With over 15,000 street vendors in Medellín selling everything from chocolates and mirrors to arepas and batteries, the men and women that hawk their wares make for a crucial part of the city’s informal economy. Many of these vendors make their way on to the public bus routes to sell their products. The Bogotá Post rode shotgun with the bus hustlers of Medellín to find out more.
Before the internet was a thing Dario made his living selling English books. “They would be books on how to learn English. Pronunciation, grammar, everything,” he told us, “I know the whole country,” he added, speaking of having been on the buses in Bogotá, Cali, Bucaramanga, Santa Marta and Cúcuta. He has also visited Ecuador and Venzuela, selling books on the buses there too. “It’s the best job I’ve ever had,” he said, given that there’s no other job where he could earn over $60,000 COP ($20 USD) a day. The income he has earned from the job has allowed him to raise his three sons. Dario is 52 years old and he has sold on buses for 27 years now. He has moved on from English books to sell chiclets and gum from an oversized tupperware container.
Stiven’s favourite rapper is 2pac. Hoping to make his passion a profession, he began climbing over turnstiles in Medellín’s buses at the age of 12 to perform to the passengers. “The bus drivers don’t always let you on,” he said, “but most are cool.” Riffing off a reggae beat that he downloaded from Youtube, Stiven improvises his lyrics based on the people he encounters on the bus; be it the pretty girl whom he fancies, the man in the very red polo shirt or the older woman who has moved places after hearing him rap. He is 19 years old now and he performs on 40-50 buses each day.
In Venezuela Maria was studying law. It had been her aim to be the first graduate in her family. Now her dream is that “all can be like it used to be.” She gets around COP$60-70,000 (USD$20-23) on good days and on bad days it’s more like COP$20,000. On the buses she offers hyperinflated Venezuelan bolivars in exchange for a donation. Her story is within a growing narrative in the larger cities of Colombia, where Venezuelans have fled to in the face of economic disparity in their homeland.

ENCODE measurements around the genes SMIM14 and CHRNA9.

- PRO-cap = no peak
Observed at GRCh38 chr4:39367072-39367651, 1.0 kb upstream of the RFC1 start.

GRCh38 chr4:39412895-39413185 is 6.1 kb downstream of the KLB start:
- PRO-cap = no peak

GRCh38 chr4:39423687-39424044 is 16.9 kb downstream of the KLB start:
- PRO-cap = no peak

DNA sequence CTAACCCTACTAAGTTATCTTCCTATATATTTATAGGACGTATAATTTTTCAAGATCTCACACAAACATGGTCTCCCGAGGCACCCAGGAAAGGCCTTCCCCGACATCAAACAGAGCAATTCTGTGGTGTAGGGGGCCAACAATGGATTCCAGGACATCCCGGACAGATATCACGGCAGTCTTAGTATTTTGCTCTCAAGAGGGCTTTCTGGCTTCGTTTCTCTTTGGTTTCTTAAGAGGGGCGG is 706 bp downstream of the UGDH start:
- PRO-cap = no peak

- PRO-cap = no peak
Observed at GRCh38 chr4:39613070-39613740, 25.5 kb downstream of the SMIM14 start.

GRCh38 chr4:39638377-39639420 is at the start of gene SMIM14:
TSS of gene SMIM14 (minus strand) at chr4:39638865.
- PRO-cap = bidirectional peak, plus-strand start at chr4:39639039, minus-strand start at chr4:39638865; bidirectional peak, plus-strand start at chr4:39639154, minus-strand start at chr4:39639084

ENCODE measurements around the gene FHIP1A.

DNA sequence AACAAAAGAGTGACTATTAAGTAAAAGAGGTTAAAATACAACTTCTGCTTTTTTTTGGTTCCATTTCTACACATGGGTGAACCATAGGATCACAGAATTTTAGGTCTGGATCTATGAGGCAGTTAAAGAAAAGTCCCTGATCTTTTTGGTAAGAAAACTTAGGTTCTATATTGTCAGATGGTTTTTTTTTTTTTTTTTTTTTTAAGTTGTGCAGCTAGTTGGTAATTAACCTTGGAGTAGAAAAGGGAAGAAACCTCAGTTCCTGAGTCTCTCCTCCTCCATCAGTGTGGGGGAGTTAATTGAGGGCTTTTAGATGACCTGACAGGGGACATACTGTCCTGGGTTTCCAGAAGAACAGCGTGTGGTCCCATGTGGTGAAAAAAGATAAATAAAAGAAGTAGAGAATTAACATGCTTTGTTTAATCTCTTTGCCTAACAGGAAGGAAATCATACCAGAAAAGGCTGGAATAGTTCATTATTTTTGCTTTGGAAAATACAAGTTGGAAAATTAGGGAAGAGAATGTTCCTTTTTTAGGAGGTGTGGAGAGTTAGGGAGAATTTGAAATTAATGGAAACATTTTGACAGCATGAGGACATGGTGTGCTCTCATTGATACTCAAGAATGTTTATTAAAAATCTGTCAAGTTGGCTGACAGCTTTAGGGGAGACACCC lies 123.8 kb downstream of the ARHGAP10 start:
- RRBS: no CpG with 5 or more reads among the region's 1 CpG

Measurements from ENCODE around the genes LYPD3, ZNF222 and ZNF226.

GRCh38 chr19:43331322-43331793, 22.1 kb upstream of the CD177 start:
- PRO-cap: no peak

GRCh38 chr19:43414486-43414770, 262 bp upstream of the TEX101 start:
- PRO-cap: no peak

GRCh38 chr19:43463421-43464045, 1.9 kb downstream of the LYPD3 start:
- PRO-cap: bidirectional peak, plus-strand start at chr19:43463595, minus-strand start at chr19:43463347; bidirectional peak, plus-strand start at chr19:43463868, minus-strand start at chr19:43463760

Maria’s friend Lucia also arrived here from Venezuela around 6 months ago. Lucia started off in the cafes before a friend recommended that she start selling sweets on the bus. “There are buses that let us on, but others say ‘no’. Or they might close the doors in your face,” Lucia said of her first experiences on the buses. Her income was less than her friend’s as she spent a lot of her time looking for work outside of the buses. On a good day she would get COP$35,000 but on a bad day she would get as low as COP$5,000. She’s hoping to find other work and eventually become a teacher, which is what she studied to be in Venezuela. She sells chocolate biscuits on Ruta 135.
Edwin Cadavid chose the bus life over a former addiction to drugs. Having spent a great deal of time on the streets has won him friends among the bus hustling community. His friend Jose sells cards with religious figures on them and, despite a lack of belief in a creator, both Edwin and Jose have faith that they’ll make it through the tougher times. This includes the violence they sometimes encounter on the buses. “If I’m waiting for a bus and someone gets in my route, sometimes they might pull a knife on me,” he said.
The vendors, known as vendedores ambulantes in Spanish, also face discrimination from public services as many are often displaced for selling their products in public spaces. Earlier last month a protest was held by street vendors as well as their representatives against measures by the local council to remove them from certain areas in Centro– Medellín’s downtown. The measures don’t affect those selling on buses, however, who will continue to earn their money making their way through crowded buses speeding through an even more congested city.